New research on trade and development by young economists

by Amit Khandelwal and David Atkin
March 30, 2020

It is an exciting time for research at the intersection of trade and development. This body of work studies how international trade affects economies that are characterized by various distortions, such as weak institutions and market failures. The field is combining the full range of methods – from structural general-equilibrium models to randomized controlled trials – to make progress on policy-relevant questions.

These topics were the focus of "Trade and Development", a one-day mini-conference we organized in collaboration with the Yale Economic Growth Center. The event took place on February 28, 2020, the day following Pinelopi Koujianou Goldberg's delivery of the 30th annual Kuznets Memorial Lecture, titled “Poverty Reduction in the Era of Waning Globalization.”

Isabela Manelici speaking in front of a large group.
Isabela Manelici of UC Berkeley used administrative and survey data from Costa Rica to show how becoming a supplier to a multinational corporation is transformative for firms. All photography: Julia Luckett Photography 

Penny had presented new analysis showing the dual importance of trade and boosting the middle class in generating growth alongside poverty reduction in developing countries. 

In our conference, ten young faculty members from a wide range of institutions presented early work-in-progress on trade in developing countries. Each presentation examined how particular distortions in developing countries affect participation in global markets.

  • Lorenzo Casaburi [1] and Tristan Reed [2] examined how distortions in land markets in Kenya and capital markets in India, respectively, may prevent efficient allocations of factors of production.
  • Pamela Medina [6] examined the dynamic impacts of trade shocks in Peru, a setting where frictions lead to slow adjustments of capital.
  • Ameet Morjaria [4] and Jonas Hjort [9] examined the implications of information frictions in Ethiopia’s coffee commodity exchange and government procurement in Liberia, respectively.
  • Ben Faber [7] and Isabela Manelici [10] examined spillovers from Kenyan agricultural subsidy policies and Costa Rica’s FDI policies, respectively.
  • Dina Pomeranz [3] used detailed firm-to-firm sales data to examine how trade affects workers in Ecuador, both directly for workers at trading companies and indirectly for firms supplying or competing with trading firms.
  • Finally, Shoumitro Chatterjee [5] and Meredith Startz [8] examined intermediation and domestic trade frictions in India and Nigeria.

These projects use a variety of methods (RCTs [1,7,9], reduced-form methods [4,10], and quantitative models [2,3,5,6,7,8]), as well as a variety of data sources (tailored surveys [1,7,8], administrative data [3,4,9,10], national surveys [2,5,6]), and study a variety of regions (Africa [1,4,7,8,9] South Asia [2,5] Latin America [3,6,10]. This diverse mix of methods, data, and regions shows the many ways that young scholars are pushing the field forward.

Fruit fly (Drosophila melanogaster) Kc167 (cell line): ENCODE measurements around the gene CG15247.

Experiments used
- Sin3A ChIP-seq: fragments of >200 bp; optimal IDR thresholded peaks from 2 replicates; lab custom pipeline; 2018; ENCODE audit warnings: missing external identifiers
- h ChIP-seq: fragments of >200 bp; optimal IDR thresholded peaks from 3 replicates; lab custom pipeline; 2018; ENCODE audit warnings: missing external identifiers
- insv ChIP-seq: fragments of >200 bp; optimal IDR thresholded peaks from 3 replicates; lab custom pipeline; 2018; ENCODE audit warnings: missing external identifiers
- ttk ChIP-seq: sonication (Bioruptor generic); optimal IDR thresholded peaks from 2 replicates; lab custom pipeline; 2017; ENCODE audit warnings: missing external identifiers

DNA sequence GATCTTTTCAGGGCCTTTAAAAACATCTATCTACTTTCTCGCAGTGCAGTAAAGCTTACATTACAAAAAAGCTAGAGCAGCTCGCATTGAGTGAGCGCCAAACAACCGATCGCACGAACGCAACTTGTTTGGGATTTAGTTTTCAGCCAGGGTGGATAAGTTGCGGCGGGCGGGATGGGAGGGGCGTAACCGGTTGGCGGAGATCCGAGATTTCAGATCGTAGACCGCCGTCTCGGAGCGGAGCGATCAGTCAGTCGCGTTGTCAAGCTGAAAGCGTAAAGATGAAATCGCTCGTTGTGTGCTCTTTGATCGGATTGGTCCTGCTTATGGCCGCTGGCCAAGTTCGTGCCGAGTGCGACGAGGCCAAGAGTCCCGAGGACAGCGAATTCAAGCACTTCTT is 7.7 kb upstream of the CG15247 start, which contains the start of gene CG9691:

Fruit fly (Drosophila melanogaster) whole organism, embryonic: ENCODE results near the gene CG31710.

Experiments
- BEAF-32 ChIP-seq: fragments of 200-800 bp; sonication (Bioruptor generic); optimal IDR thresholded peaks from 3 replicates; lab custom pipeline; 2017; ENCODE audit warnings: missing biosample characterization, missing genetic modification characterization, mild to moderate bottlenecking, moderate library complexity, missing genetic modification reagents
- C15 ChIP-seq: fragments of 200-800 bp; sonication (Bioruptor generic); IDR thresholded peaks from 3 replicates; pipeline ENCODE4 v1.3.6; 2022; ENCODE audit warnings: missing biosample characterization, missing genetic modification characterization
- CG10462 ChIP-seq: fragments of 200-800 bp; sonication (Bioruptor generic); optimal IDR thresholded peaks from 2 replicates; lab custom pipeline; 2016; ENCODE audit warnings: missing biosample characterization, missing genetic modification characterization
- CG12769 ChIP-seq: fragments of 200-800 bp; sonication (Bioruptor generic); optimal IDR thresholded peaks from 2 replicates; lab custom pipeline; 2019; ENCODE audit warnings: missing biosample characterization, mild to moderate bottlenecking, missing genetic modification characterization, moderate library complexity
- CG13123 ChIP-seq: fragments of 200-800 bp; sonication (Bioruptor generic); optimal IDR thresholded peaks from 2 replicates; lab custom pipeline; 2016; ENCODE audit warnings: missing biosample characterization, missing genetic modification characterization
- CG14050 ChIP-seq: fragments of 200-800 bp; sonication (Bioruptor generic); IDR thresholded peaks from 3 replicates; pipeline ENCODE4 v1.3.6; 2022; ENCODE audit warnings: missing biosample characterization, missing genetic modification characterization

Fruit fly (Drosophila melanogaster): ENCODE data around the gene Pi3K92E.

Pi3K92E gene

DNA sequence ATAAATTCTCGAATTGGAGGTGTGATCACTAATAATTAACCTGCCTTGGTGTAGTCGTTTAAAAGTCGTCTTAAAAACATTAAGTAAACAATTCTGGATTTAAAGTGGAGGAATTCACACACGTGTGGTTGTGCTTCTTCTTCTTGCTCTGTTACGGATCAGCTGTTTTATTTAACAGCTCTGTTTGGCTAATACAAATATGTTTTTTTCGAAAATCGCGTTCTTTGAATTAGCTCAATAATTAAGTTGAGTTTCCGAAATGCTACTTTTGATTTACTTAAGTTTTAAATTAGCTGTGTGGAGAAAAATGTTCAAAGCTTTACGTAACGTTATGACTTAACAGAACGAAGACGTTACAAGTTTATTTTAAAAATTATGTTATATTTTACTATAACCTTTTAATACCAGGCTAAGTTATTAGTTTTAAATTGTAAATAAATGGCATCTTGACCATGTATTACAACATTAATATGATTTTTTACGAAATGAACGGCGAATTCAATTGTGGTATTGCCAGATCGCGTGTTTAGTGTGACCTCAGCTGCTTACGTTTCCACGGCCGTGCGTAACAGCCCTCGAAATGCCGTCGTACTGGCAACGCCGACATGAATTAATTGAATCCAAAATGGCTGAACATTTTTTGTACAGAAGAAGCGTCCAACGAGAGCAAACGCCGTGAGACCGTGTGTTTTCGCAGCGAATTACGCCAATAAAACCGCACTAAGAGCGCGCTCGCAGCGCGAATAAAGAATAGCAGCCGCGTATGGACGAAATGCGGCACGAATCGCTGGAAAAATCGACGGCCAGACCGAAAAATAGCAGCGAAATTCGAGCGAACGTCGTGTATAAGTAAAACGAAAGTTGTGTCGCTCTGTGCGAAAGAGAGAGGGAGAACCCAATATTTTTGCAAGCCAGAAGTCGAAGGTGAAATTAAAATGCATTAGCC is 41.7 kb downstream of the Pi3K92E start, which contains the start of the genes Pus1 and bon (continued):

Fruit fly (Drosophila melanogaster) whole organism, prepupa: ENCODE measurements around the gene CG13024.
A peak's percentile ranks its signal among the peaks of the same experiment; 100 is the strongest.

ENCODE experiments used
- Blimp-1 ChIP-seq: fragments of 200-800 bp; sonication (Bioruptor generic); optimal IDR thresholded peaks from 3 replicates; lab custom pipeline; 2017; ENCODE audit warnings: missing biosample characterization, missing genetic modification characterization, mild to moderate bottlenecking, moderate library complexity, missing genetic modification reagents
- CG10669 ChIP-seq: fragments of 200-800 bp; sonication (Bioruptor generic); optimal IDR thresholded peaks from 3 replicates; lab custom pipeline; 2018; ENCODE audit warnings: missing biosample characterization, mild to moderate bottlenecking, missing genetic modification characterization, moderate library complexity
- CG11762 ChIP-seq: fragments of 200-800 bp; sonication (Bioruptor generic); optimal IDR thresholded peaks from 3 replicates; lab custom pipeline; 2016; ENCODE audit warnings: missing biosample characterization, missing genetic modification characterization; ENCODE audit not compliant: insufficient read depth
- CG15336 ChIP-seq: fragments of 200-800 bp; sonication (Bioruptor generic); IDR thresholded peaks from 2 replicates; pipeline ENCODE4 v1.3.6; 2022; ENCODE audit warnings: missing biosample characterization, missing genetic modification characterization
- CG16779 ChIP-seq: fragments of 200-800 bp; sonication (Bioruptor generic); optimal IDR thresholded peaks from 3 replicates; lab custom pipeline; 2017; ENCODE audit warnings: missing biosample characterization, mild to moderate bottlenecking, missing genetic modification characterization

Five people standing in a row: see caption for names.
L-R: David Atkin, Dani Rodrik, Penny Goldberg, Rohini Pande, and Amit Khandelwal.

Dani Rodrik of Harvard Kennedy School gave the keynote lunch talk on “The End of Growth Miracles”, and Amit Khandelwal concluded the conference with a presentation of his and David Atkin’s survey [11] of recent research intersection of trade and development. The survey outlines three broad characteristics of developing countries that shape the impacts of trade: weak institutions, market-level distortions, and firm-level distortions.

Amit Khandelwal smiles while presenting slides
Amit Khandelwal presents of the results of the poll taken live among conference participants.

At the end of the presentation, they asked the conference participants to vote on topics that were the most ripe for future research. The results of the poll highlight several key areas where research is particularly lacking:

  1. improving our understanding of the impacts of domestic trade frictions,
  2. exploring contracting frictions in developing countries and their ramifications for trade, and
  3. measuring the firms and sectors for which externalities are largest and designing industrial policies to correct for the misallocation they induce.


Results of the live survey: top 3 answers were "Domestic trade frictions", "Contract enforceability", and "Externalities and spillovers"

Poverty Reduction in the Era of Waning Globalization

Pinelopi Koujianou Goldberg delivered the 30th annual Kuznets Lecture on February 27, 2020.